What is Greenwashing?
Greenwashing is a marketing tactic that companies use to imply that their products or policies are environmentally friendly, when in reality they are not. This can be done in a variety of ways, including having green packaging with a plant graphic, or using words like “natural” and “eco-friendly.”
Greenwashing is becoming more and more common as brands are picking up on the fact that consumers are beginning to care more about purchasing sustainable and ethical products. It is widely used in the fashion industry, the beauty industry, and the food/drink industry.
One example of greenwashing in the fashion industry is H&M’s Garment Collecting program, where they encourage their shoppers to drop off any of their unwanted clothing to their in-store “recycling” bin. They claim that they will take their customers’ used clothing (no matter the condition) and make them into new clothing, and in exchange, shoppers will receive a voucher to spend on their next H&M purchase. The problem with this is that it further promotes consumerism by encouraging their customers to keep buying their clothing. Since H&M is one of the top fast fashion retailers in the world, it is hard to believe that their brand can ever be sustainable unless they make significant changes to the way and the rate at which they produce clothing. The reality is that the act of actually recycling clothes and making them into something new takes a lot more time and money than the mass production they are used to. Unfortunately, more often than not, the clothes you drop off at these recycling bins will be shipped overseas, or even be sent straight to the landfill.
If you have fallen victim to greenwashing, don’t feel bad – we’ve all been there. These marketing campaigns are literally designed to fool us; it is often done so seamlessly that we don’t even think twice about it. What you can do is learn about how to spot these tactics so that you can avoid being green washed.
How to spot greenwashing
1. Look for words like “eco-friendly,” “sustainable,” “recycled,” “compostable,” “organic,” etc. without any information to back them up. Vague claims like these, with a lack of proof to support them is most likely greenwashing.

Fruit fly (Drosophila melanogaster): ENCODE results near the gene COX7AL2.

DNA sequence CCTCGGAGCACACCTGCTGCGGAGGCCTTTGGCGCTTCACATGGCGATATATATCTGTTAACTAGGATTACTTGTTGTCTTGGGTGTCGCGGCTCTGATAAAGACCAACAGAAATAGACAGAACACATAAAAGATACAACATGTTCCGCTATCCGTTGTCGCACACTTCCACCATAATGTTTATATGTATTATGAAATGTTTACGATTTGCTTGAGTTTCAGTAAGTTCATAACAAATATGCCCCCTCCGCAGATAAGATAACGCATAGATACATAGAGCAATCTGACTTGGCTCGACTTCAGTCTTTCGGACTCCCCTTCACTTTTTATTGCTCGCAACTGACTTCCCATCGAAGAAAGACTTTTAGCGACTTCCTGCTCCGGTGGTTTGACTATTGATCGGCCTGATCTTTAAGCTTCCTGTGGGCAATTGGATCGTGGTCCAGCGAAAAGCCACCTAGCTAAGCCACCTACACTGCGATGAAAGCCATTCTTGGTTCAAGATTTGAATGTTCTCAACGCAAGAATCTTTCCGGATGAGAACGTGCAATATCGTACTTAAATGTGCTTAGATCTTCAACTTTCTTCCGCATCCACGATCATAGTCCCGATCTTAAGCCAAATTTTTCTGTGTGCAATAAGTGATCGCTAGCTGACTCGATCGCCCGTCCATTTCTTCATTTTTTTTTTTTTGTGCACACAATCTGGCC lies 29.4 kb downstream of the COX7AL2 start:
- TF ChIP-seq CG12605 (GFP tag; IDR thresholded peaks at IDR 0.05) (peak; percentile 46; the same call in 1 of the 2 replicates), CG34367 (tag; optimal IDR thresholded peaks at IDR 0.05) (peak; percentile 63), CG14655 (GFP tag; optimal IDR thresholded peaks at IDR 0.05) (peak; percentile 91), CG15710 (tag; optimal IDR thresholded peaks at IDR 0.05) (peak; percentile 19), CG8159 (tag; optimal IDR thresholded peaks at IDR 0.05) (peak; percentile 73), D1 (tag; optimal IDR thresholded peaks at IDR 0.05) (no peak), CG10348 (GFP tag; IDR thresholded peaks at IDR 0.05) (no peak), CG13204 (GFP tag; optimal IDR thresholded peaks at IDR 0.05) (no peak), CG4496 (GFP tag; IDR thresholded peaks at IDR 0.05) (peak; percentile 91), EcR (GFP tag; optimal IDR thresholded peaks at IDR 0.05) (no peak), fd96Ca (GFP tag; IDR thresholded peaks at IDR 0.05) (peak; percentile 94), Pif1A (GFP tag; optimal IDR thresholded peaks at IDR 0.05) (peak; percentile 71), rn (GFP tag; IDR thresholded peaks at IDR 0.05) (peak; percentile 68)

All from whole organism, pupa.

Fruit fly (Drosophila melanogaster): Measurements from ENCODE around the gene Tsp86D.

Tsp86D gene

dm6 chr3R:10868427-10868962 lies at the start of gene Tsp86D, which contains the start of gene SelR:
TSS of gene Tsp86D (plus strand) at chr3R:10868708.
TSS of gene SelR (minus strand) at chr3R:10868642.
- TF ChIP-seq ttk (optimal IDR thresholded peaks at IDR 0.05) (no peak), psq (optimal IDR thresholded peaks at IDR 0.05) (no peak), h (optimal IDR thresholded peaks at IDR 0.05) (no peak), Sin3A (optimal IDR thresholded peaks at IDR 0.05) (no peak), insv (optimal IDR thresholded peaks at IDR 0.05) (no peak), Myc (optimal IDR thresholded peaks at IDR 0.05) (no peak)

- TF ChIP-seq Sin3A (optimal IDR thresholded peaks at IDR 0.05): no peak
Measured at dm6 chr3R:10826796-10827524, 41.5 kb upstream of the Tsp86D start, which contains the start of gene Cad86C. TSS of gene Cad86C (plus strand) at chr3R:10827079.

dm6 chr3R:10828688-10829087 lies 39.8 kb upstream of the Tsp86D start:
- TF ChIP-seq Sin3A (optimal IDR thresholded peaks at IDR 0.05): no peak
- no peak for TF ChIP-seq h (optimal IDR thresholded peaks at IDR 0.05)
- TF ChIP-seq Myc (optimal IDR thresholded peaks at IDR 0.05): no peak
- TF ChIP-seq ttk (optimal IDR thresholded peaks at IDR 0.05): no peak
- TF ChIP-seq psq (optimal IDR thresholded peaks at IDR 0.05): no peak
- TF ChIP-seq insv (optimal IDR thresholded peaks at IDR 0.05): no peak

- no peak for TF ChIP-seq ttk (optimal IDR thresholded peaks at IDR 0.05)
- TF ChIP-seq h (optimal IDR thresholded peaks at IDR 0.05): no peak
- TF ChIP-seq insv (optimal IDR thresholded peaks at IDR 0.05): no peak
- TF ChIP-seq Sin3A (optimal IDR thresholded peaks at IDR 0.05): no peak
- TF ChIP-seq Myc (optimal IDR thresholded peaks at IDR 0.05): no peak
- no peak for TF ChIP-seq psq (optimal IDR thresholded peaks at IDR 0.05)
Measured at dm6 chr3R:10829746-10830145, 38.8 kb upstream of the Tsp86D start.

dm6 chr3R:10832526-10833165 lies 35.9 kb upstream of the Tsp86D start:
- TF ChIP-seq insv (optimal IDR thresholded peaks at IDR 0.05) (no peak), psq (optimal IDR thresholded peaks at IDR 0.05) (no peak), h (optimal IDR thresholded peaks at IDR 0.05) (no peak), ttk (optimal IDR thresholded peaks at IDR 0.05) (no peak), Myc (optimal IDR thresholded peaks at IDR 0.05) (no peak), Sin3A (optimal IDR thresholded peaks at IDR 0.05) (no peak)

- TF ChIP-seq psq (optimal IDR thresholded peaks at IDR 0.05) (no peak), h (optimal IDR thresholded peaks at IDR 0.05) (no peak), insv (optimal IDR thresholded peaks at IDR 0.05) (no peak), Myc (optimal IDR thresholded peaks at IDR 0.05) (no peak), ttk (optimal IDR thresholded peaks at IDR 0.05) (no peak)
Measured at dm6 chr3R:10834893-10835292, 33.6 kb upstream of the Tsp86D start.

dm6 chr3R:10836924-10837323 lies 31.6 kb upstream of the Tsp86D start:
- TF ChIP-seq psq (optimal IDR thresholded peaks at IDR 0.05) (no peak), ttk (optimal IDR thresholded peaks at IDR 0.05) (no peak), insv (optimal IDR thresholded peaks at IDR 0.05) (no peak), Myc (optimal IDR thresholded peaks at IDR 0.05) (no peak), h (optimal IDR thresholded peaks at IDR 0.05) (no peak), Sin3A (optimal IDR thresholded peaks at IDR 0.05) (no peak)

A product might claim to be organic, but this could mean it is a certain percentage organic. It might be made with 50% organic cotton, and 50% polyester, or another synthetic material that is harmful to the environment and does not break down at the same rate as cotton. Even if the product is organic, that doesn’t automatically make it sustainable. We also have to take into account the water usage and toxic dyes and water pollution that occurs in the creation of this product.
Another thing to note is just because it’s labelled as “vegan,” or “cruelty-free” doesn’t mean it’s better for the environment - it only means (or is supposed to mean) that the product was made without the use of animals, and does not test on animals. Vegan leather is often applauded since it is made without animals, but these products are often made of synthetic materials like polyester, which is essentially plastic, which is detrimental to the environment.
2. If it is a truly sustainable & ethical product, it is only natural that the price will probably be higher than what you are used to seeing. If you see an organic Tshirt for sale and it’s only $15, it is questionable how this could’ve been achieved for so cheap.
3. Look for certifications. Some trustworthy certifications include Fairtrade, Global Organic Textiles Standard (GOTS), and Oeko-Tex.
4. Check the Good on You app. With their ratings for environment, labour, and animals, this app will help you decipher which brands to support, and which to steer clear of based on their practices.
5. The reality is, if a brand is truly sustainable and cares about the environment, they will discuss it openly. Check their website to find out more information about the brand, and see if they mention anything about having sustainable practices. If they claim to be sustainable in an advertisement, but there is no mention of it on their website or anywhere else, that’s a big red flag.
Now that you know more about greenwashing and how to avoid it, you can become a smarter, more conscious shopper, and hopefully you will use this information to help educate those around you.